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Patients Deprived Of Outdoor Access at City-Run Psychiatric Hospitals

Individuals subjected to uninterrupted indoor confinement while receiving inpatient mental health care experienced extreme distress, the report found.
NYC Health + Hospitals/Kings County. Photo: Supplied/Google Maps.

A recent report from Mental Hygiene Legal Services (MHLS) and Disability Rights Advocates (DRA) detailed a months-long investigation into the denial of fresh air and outdoor access to individuals receiving psychiatric treatment in hospitals operated by NYC Health and Hospitals (H+H).

The report found the majority of H+H hospitals continuously deprive patients of all access to fresh air and the outdoors, regardless of their circumstances or the length of their confinement, according to a news release. 

Patients interviewed by MHLS during the investigation widely reported the profound negative impact of this deprivation on their lives. Individuals subjected to uninterrupted indoor confinement while receiving inpatient mental health care experienced extreme distress. 

“Imagine going to a New York City hospital to get help for depression and learning that you can only receive inpatient treatment if you spend your entire hospitalization inside without any access to fresh air, nature, or the outdoors,” said Leonard Simmons, a principal attorney at MHLS. “That is the reality in the majority of H+H hospitals. Ironically, if the person committed a crime and were in jail or prison, they would instead be guaranteed the right to regular outdoor access within days.”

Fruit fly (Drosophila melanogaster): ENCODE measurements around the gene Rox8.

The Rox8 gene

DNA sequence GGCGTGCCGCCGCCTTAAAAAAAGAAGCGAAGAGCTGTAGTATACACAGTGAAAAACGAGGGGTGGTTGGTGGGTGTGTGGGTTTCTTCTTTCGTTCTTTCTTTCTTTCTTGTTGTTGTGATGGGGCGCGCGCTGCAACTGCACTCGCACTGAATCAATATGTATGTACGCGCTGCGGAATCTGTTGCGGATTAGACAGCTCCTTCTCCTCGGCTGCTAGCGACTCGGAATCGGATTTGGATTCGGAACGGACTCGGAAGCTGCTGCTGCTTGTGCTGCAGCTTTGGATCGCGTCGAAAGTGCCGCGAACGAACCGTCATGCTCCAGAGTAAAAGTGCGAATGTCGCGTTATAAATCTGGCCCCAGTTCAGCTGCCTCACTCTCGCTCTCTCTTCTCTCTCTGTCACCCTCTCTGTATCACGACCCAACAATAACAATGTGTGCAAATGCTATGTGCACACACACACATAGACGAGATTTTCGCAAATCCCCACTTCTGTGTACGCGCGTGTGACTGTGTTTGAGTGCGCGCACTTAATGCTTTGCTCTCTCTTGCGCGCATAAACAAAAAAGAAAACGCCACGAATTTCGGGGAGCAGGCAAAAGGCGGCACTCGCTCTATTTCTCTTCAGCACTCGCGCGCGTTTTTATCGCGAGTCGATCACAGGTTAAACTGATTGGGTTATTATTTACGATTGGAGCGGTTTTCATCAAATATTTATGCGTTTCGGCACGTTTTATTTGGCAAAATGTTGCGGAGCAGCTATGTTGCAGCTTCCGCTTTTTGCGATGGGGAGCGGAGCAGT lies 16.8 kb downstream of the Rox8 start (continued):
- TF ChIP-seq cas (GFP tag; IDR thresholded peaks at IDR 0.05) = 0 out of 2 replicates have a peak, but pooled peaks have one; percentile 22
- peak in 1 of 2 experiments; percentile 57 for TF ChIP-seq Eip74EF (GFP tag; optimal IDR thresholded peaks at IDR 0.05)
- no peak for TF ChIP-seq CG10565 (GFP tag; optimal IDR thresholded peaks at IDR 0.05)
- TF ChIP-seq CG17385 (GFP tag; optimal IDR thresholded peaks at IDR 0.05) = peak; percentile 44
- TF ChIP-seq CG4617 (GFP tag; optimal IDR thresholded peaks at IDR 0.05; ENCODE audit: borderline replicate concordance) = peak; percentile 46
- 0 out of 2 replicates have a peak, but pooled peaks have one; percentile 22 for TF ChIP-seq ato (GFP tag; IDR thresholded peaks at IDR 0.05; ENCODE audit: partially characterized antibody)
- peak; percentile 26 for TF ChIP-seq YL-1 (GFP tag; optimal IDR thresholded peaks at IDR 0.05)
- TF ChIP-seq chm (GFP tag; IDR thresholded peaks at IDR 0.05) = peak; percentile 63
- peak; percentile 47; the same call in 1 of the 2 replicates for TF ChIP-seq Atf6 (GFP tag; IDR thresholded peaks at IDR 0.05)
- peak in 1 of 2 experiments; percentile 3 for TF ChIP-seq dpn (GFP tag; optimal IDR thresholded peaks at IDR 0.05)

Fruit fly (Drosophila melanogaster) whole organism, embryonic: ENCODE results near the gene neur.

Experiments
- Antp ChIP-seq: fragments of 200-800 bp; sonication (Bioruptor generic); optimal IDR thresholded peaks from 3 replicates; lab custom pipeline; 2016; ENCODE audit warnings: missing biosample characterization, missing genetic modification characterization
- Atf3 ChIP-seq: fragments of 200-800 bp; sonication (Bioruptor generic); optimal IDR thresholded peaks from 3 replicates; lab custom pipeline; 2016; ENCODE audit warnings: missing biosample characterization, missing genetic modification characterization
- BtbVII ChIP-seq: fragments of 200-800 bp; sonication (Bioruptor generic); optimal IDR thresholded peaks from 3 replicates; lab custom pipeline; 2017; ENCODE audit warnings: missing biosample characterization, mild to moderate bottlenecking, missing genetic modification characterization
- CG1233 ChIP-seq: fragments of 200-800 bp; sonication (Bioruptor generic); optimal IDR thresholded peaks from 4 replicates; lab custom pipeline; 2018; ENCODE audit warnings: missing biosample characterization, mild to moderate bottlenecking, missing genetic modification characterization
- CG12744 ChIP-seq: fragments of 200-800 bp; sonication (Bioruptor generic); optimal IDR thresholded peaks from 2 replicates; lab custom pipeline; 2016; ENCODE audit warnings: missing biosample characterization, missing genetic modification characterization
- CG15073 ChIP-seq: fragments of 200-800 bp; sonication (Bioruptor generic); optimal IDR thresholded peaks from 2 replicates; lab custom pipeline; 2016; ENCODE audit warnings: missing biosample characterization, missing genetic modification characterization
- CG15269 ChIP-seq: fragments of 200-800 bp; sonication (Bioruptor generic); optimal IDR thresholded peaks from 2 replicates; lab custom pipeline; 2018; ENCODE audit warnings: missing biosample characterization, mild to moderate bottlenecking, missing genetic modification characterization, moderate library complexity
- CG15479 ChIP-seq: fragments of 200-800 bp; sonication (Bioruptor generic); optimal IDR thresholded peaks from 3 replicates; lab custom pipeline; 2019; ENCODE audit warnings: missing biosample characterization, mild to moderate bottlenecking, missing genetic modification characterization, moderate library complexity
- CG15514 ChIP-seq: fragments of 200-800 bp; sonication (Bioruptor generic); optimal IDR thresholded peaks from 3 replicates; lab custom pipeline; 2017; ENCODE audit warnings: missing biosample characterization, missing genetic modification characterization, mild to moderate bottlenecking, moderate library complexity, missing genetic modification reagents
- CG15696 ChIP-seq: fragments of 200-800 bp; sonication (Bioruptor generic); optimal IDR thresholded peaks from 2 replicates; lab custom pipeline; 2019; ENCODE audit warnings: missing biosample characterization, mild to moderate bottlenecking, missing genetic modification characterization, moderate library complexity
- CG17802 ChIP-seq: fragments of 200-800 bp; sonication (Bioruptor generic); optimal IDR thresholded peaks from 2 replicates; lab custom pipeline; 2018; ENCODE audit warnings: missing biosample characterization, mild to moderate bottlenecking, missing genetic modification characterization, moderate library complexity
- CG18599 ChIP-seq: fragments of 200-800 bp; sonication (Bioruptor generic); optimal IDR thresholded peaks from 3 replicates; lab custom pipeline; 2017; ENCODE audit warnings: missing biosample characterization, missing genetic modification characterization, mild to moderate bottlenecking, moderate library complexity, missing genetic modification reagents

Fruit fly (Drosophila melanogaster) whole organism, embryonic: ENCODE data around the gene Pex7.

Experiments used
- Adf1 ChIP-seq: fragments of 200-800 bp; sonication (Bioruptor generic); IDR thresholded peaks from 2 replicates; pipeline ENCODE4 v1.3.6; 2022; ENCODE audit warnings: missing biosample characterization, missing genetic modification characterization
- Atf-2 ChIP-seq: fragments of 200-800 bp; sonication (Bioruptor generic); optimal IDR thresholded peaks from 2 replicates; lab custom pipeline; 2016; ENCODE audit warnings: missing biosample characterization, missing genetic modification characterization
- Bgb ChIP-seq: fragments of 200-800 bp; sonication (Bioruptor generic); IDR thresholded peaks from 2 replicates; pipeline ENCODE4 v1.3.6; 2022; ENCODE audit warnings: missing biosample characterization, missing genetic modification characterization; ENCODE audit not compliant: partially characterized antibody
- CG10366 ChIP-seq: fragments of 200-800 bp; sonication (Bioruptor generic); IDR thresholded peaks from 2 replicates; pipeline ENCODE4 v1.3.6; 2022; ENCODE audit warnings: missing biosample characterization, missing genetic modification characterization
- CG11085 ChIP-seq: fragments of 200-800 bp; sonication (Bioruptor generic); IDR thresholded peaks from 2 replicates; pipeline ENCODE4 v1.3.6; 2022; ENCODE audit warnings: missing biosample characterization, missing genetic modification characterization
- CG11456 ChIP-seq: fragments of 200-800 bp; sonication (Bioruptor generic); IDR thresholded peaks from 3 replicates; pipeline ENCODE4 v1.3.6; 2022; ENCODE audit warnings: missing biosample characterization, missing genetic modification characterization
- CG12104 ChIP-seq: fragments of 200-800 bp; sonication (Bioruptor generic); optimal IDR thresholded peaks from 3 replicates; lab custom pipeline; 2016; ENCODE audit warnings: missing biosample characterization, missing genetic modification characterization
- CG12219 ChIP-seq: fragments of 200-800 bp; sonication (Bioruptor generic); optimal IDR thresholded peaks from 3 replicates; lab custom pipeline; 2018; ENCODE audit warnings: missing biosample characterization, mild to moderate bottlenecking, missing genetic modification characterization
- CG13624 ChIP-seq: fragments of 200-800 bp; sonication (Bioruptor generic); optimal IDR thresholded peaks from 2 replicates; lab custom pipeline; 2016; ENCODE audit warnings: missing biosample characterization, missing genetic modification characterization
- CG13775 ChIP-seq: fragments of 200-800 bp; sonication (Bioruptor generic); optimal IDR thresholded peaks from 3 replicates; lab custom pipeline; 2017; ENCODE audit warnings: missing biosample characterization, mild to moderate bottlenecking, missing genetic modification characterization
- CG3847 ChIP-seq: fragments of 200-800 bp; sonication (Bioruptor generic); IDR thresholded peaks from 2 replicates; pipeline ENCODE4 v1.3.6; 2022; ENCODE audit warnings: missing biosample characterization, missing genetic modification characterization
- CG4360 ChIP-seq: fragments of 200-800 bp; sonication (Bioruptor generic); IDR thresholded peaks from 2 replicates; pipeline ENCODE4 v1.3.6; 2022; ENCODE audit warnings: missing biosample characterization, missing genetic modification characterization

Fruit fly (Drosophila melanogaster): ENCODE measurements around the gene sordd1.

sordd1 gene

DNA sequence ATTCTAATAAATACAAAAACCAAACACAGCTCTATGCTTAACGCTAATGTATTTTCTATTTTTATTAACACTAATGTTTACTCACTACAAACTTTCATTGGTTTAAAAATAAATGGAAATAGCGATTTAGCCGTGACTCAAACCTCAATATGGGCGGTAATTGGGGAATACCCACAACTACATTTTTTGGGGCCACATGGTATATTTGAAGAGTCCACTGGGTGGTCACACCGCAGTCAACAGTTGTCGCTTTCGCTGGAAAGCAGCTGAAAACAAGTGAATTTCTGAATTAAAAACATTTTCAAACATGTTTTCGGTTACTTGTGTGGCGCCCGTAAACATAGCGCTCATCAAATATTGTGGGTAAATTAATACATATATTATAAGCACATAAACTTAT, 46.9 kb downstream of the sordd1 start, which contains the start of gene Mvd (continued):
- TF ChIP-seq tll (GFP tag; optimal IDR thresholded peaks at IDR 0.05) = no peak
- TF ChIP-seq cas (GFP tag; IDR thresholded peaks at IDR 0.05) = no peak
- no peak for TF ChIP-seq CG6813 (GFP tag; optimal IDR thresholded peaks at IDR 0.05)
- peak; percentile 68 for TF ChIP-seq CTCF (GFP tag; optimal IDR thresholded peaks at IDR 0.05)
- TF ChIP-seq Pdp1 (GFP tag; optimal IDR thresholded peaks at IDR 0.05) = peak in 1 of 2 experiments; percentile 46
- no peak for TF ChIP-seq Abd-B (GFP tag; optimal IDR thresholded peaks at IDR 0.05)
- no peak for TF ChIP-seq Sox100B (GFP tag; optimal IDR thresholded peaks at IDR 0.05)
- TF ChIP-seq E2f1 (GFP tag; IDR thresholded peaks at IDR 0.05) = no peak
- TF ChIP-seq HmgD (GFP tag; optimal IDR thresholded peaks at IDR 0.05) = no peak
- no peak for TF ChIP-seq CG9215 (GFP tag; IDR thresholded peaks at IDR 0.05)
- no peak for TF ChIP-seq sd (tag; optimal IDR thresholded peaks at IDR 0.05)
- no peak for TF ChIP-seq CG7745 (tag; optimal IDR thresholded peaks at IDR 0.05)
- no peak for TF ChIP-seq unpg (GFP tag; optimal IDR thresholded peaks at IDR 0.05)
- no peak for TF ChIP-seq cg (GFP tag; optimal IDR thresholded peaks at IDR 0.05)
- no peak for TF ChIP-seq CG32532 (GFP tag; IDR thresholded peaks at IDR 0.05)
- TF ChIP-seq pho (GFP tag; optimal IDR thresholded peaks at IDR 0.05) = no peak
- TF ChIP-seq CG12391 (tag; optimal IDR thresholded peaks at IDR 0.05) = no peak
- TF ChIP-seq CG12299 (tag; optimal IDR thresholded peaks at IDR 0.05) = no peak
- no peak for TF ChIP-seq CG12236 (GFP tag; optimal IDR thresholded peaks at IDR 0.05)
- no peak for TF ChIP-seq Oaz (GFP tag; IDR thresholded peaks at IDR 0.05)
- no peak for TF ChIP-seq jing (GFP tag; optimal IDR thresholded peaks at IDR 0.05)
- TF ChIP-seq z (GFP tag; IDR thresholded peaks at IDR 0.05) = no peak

Some of H+H’s own written policies recognize “the therapeutic and healing benefits of fresh outdoor air,” and the “significant positive impact on the health and wellness of patients.” Yet, many H+H hospitals deny patients receiving psychiatric treatment, including children, any access to the outdoors regardless of their clinical presentation or length of stay.

Seven H+H hospitals deny all their adult patients receiving psychiatric treatment access to the outdoors. The policy spans in 27 separate H+H units in total, three of which treat adolescents, for a total of nearly 800 licensed beds.

“Individuals should not be excluded from access to the outdoors and fresh air simply because of their mental health disability,” said Erin Gallagher, senior staff attorney at DRA. “Permitting patients to languish in locked units for months without stepping foot outdoors violates their legally protected rights and is unacceptable.”

MHLS and DRA are advocating for a change in H+H practices. The organizations demand H+H implement and enforce policies that protect the fresh air rights of all these patients in their care, whether the patient’s hospital stay lasts two weeks or one year.